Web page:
Department of Education's New Info Gathering System Seems To Overreach, Say Education Lobbying Groups

The Department of Education's proposed new data mining system, intended to combat fraud and abuse, is taking some heat from groups such as the American Council on Education and the American Association of Universities, which see it as unlikely to gather data accurately. It also provides a Privacy Act waiver.

Federal Register: October 16, 2008 (Volume 73, Number 201)]
[Notices]            
[Page 61406-61412]

This system of records is maintained for the general purpose of
enabling OIG to fulfill the requirements of section (4)(a)(1) and (3)
of the Inspector General Act of 1978, as amended, which requires OIG to
provide policy direction for and to conduct, supervise, and coordinate
audits and investigations relating to the programs and operations of
the Department and to conduct, supervise and coordinate activities for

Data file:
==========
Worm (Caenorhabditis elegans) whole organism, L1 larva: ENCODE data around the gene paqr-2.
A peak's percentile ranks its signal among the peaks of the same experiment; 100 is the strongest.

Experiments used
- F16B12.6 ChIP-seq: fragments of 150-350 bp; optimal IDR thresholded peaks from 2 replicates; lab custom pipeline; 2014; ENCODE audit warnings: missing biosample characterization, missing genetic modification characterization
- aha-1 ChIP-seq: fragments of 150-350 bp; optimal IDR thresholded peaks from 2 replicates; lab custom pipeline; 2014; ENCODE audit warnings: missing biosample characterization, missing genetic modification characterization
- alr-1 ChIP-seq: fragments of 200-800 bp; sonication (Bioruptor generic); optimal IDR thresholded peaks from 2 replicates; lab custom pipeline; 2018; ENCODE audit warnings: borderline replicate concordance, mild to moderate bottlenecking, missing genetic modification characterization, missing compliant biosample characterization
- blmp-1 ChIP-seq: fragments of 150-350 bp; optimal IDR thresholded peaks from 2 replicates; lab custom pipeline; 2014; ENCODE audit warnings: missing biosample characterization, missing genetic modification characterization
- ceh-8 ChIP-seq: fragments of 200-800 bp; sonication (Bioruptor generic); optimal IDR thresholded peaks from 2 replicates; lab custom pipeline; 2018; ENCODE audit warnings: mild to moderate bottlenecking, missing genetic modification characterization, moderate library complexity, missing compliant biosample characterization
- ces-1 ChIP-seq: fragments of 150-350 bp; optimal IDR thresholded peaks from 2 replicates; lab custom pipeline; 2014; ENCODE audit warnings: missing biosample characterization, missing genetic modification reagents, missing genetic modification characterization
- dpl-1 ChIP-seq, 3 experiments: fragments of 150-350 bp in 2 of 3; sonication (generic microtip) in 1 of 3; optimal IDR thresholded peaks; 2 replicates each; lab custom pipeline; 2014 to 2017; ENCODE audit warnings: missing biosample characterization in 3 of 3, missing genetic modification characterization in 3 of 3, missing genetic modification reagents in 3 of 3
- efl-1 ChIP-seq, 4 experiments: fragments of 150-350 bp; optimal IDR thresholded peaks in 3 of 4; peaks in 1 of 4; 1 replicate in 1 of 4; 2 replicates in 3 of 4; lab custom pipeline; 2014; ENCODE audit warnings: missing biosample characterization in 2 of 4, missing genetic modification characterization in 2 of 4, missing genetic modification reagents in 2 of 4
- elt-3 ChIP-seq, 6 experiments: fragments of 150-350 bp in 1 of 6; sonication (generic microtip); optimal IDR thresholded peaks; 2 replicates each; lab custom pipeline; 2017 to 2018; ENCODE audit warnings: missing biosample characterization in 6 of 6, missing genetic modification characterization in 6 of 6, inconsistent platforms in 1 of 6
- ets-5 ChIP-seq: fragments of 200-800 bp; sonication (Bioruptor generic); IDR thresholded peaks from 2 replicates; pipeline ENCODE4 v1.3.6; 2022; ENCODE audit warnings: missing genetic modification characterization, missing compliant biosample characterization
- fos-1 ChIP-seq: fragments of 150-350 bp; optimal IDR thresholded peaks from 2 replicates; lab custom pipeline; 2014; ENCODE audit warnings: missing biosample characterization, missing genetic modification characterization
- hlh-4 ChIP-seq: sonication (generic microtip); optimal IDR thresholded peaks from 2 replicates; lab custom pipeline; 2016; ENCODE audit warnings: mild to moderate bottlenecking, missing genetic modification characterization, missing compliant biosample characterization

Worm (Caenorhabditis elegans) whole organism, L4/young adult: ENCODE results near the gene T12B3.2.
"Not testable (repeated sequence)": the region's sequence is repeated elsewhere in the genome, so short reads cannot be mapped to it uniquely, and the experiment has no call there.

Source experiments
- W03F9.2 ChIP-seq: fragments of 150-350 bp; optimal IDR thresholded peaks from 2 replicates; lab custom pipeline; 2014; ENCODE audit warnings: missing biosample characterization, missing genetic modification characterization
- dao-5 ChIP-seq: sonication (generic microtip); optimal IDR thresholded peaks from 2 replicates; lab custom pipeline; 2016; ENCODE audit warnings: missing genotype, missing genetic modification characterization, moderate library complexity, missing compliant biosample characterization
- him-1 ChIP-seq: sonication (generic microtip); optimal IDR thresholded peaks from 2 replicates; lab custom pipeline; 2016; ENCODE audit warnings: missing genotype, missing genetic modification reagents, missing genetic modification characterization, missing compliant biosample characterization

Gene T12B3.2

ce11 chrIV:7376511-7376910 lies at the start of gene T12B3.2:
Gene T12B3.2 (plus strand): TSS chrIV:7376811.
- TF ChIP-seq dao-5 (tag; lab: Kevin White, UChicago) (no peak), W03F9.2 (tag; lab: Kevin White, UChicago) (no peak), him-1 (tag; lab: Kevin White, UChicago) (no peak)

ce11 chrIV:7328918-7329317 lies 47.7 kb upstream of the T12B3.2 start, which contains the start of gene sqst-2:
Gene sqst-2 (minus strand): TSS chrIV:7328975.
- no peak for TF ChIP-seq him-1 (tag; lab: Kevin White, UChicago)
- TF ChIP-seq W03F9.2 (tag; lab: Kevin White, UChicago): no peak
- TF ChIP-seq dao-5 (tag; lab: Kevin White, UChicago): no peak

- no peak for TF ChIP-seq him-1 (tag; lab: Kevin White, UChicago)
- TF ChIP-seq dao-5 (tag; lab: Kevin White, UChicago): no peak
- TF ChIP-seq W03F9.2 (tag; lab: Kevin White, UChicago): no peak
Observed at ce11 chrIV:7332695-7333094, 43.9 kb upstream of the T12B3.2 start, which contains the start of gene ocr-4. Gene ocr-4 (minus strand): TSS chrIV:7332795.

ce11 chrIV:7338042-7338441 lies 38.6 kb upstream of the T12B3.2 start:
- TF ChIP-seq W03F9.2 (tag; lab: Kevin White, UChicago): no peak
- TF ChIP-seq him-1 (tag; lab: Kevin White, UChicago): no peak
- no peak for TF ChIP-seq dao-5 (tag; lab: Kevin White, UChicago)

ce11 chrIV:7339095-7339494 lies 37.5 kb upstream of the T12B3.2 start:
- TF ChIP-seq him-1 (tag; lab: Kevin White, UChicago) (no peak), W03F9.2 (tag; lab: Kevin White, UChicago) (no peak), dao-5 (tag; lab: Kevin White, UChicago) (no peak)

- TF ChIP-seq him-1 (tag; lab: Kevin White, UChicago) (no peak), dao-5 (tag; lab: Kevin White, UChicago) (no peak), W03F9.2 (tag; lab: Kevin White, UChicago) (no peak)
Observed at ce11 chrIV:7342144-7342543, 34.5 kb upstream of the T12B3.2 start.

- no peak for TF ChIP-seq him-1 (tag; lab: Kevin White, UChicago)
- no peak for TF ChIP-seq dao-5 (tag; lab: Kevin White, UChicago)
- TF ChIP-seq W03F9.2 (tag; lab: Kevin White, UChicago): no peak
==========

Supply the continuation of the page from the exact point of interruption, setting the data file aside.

the purpose of promoting economy and efficiency in the administration
of, or preventing and detecting fraud and abuse in, the programs and
operations of the Department. This system is maintained for the purpose
of improving the efficiency, quality, and accuracy of existing data
collected by the Department. Records in this system will be used to
conduct data modeling for indications of fraud, abuse and internal
control weaknesses concerning Department programs and operations. The
result of that data modeling may be used in the conduct of audits,
investigations, inspections or other activities as necessary to prevent
and detect waste, fraud and abuse in Department programs and
operations.

...

The Department may disclose information contained in a record in
this system of records without the consent of the individual if the
disclosure is compatible with the purpose for which the record was
collected, under the following routine uses. OIG may make these
disclosures on a case-by-case basis or, if OIG has met the requirements of the
Computer Matching and Privacy Protection Act of 1988, as amended, under
a computer matching agreement.
    (1) Disclosure for Use by Other Law Enforcement Agencies. The
Department may disclose information from this system of records as a
routine use to any Federal, State, local, or foreign agency or other
public authority responsible for enforcing, investigating, or